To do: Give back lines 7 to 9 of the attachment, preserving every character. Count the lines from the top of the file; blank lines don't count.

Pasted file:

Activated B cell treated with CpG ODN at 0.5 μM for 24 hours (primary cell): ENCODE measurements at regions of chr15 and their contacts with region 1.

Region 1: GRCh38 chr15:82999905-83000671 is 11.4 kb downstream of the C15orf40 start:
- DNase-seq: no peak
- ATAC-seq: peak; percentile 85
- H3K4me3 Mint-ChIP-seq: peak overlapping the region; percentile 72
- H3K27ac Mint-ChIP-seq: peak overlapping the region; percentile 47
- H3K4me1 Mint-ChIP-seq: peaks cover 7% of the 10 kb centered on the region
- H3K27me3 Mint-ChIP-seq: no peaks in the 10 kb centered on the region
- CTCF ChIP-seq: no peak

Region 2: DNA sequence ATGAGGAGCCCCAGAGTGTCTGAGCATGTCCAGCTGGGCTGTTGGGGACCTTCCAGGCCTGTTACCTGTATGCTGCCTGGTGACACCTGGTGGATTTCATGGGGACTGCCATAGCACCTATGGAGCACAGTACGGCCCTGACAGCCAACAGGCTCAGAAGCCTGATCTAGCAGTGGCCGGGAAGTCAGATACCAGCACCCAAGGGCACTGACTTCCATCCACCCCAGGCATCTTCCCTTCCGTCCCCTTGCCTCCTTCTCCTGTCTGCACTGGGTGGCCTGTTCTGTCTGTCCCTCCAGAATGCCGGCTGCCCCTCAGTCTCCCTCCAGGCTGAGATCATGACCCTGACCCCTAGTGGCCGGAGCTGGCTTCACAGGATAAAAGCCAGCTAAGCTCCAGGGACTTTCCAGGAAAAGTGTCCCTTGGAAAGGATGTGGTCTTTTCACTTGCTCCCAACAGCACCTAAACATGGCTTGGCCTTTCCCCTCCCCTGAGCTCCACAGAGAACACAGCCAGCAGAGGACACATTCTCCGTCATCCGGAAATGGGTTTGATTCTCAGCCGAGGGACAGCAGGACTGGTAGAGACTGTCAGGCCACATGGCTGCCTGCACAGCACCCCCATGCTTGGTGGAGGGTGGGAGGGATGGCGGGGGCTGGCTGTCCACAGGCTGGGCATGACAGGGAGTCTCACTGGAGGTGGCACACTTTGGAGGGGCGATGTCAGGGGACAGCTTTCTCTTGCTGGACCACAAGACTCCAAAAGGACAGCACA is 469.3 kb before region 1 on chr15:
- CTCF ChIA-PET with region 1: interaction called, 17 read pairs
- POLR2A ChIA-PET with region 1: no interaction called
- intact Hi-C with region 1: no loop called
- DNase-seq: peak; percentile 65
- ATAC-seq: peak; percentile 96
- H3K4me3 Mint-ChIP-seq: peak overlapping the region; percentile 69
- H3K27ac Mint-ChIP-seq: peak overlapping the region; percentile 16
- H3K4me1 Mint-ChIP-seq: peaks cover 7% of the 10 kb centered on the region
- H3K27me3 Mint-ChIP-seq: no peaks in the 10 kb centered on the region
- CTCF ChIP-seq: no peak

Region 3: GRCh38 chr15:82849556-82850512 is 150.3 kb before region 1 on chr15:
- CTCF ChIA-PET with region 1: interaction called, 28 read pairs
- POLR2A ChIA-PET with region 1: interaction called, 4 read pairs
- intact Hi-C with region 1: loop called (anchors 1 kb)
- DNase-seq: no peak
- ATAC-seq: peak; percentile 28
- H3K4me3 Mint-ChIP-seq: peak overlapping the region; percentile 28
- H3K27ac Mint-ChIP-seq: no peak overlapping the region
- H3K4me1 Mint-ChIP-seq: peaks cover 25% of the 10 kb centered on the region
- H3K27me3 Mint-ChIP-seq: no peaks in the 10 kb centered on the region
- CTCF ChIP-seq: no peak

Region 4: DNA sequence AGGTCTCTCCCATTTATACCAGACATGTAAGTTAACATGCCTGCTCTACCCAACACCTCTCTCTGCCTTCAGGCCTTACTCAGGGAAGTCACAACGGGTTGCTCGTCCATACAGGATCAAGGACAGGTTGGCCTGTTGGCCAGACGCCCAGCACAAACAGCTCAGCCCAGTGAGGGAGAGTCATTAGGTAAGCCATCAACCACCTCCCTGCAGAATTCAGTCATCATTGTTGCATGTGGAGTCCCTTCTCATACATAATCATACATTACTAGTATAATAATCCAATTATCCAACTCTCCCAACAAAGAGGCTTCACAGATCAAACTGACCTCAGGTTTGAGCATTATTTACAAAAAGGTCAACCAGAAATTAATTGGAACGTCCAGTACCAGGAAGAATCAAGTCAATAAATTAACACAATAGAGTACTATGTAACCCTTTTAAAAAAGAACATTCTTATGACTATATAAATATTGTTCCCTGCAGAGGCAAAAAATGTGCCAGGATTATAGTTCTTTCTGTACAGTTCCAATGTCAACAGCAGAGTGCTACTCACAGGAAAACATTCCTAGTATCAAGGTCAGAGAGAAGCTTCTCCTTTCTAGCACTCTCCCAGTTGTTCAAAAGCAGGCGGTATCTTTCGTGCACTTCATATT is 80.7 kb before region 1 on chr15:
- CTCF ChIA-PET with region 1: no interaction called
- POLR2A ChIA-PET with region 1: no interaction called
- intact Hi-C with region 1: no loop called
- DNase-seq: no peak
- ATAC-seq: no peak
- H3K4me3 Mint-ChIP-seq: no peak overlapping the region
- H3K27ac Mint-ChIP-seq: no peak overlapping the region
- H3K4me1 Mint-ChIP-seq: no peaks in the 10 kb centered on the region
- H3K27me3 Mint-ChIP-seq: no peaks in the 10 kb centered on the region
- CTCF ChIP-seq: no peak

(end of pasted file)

- H3K4me1 Mint-ChIP-seq: peaks cover 7% of the 10 kb centered on the region
- H3K27me3 Mint-ChIP-seq: no peaks in the 10 kb centered on the region
- CTCF ChIP-seq: no peak